Technology ethics, law and policy:
Finally, my research addresses problems of technology ethics, law and policy, both as (inexhaustible!) site of problems and controversies, and as target for research impact. This includes work in research, science, and international development policy; but also periodic engagements with areas ranging from telecommunications and First Amendment law to privacy and intellectual property. I'm especially interested in the messy and uncertain moments in which emergent technologies meet unsettled ethical and legal terrains (and the procedures by which these uncertainties get reduced, codified, and laid down as structure and precedent).
INFO 1200: Information Ethics, Law, and Policy
This course investigates the ethical, legal, and social foundations of contemporary information technology. Through lectures, readings, and independent projects, we will analyze and engage contemporary challenges ranging from privacy in big data, mobile computing and national security environments, to the nature of innovation, property, and collaboration in an increasingly networked world. The course draws on cases from the fields of science, health care, education, politics, and international development, but above all it draws on YOUR experiences as a user, consumer, builder, and contributor to the global world of technology. Through this course you’ll learn about the key frameworks, processes, laws and institutions that govern the contemporary world of technology, along with key theories and methods from the academic fields that shape and inform them (law, philosophy, political science, economics, communication, sociology, management, etc.). But above all you’ll learn to engage critically and strategically with the worlds of information and technology around you, deciding what kind of information consumer, user, and citizen YOU want to be.
INFO 6210: Information, Technology, and Society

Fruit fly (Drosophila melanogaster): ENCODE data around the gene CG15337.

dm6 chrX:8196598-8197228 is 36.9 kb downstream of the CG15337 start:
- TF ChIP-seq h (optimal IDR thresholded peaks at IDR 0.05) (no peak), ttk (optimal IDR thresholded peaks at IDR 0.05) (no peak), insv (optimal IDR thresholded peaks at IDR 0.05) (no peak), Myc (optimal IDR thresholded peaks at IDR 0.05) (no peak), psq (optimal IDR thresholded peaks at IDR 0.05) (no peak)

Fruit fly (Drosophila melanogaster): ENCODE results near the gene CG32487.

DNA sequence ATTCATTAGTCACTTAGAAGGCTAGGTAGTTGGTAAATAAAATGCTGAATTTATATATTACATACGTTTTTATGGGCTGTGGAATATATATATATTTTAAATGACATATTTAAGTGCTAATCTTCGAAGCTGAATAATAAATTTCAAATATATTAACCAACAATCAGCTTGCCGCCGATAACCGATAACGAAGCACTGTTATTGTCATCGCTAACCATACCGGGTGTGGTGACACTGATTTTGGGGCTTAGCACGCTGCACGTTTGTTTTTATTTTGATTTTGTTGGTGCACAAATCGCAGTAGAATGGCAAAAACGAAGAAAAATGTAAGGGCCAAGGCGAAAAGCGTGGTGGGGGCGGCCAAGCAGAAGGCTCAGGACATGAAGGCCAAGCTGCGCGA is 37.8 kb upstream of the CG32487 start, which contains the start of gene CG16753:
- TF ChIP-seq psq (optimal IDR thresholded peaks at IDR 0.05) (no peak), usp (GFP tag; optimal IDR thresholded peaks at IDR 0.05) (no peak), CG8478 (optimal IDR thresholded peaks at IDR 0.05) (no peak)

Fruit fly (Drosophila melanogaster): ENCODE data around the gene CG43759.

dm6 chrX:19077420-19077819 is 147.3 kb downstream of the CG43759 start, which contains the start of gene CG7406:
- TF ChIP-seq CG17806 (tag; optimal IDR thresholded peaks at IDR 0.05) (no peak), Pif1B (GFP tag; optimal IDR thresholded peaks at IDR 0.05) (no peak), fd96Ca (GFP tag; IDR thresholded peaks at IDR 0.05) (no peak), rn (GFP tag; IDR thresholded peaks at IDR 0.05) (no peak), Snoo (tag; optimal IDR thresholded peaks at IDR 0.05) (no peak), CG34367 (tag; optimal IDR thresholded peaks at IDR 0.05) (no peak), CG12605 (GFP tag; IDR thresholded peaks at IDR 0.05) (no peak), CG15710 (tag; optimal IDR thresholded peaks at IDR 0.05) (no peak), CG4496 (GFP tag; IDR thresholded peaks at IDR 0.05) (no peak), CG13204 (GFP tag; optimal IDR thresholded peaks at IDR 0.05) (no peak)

This is a core course for the IS doctoral program, and exposes students to key concepts, debates, and the historical development of critical and interpretive work in information science (including tracing some of that work back to its origins in other fields – sociology, anthropology, philosophy, political science and public policy, communication, etc.). It also builds methodological skills and experience in the doing of qualitative, interpretative, and critical research in information science today.
(Michigan) SI 532: Digital Government I: Information Technology and Democratic Politics
(Michigan) SI 533: Digital Government II: Information Technology and Democratic Administration
(Michigan) SI 657: Information Technology and Global Development
I’ve had the great pleasure to advise or work with some fantastic graduate students over the years, here at Cornell and in my former faculty position at the University of Michigan. Here are some of them (with links where available):
Gone but not forgotten:
Lara Houston (post-doc; now post-doctoral researcher, University of London)
Alissa Centivany (now Assistant Professor, University of Western Ontario)
Dana Walker (now Critical Writing Program, University of Pennsylvania)
Radaphat (Pae) Chongthammakun (now Office of the Administrative Courts, Thailand)
Rahmad Dawood (now Syiah Kuala University, Indonesia)
Matt Burton (now post-doctoral researcher, University of Pittsburgh)
Ayse Buyuktur (now post-doctoral resarcher, University of Michigan)
If you’re a prospective doctoral student working in related areas, feel free to email me with a description of your work and any questions. I can work with and advise doctoral students in any of Information Science, Science and Technology Studies, or Communication (note that each of these graduate fields has their own selection and admission procedures, described at the links above).
Here are some current or recent pieces and/or ones that I'm sometimes asked to share (or just like to!). For a fuller list, see my CV.